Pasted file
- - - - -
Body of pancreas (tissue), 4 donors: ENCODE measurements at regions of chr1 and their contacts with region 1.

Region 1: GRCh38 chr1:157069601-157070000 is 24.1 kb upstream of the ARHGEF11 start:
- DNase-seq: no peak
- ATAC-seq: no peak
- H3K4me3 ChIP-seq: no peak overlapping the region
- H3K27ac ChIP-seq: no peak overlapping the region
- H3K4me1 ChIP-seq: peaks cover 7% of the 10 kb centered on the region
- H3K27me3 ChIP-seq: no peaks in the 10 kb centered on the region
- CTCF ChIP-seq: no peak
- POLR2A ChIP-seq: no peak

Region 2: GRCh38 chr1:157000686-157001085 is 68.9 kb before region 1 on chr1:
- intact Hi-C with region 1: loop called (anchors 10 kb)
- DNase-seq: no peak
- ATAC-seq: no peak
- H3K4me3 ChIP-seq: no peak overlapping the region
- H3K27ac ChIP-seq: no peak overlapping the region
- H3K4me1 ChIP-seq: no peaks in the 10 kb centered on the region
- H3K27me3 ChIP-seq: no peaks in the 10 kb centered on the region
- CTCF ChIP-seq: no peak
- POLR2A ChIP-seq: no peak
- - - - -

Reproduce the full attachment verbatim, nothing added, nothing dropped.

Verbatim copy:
Body of pancreas (tissue), 4 donors: ENCODE measurements at regions of chr1 and their contacts with region 1.

Region 1: GRCh38 chr1:157069601-157070000 is 24.1 kb upstream of the ARHGEF11 start:
- DNase-seq: no peak
- ATAC-seq: no peak
- H3K4me3 ChIP-seq: no peak overlapping the region
- H3K27ac ChIP-seq: no peak overlapping the region
- H3K4me1 ChIP-seq: peaks cover 7% of the 10 kb centered on the region
- H3K27me3 ChIP-seq: no peaks in the 10 kb centered on the region
- CTCF ChIP-seq: no peak
- POLR2A ChIP-seq: no peak

Region 2: GRCh38 chr1:157000686-157001085 is 68.9 kb before region 1 on chr1:
- intact Hi-C with region 1: loop called (anchors 10 kb)
- DNase-seq: no peak
- ATAC-seq: no peak
- H3K4me3 ChIP-seq: no peak overlapping the region
- H3K27ac ChIP-seq: no peak overlapping the region
- H3K4me1 ChIP-seq: no peaks in the 10 kb centered on the region
- H3K27me3 ChIP-seq: no peaks in the 10 kb centered on the region
- CTCF ChIP-seq: no peak
- POLR2A ChIP-seq: no peak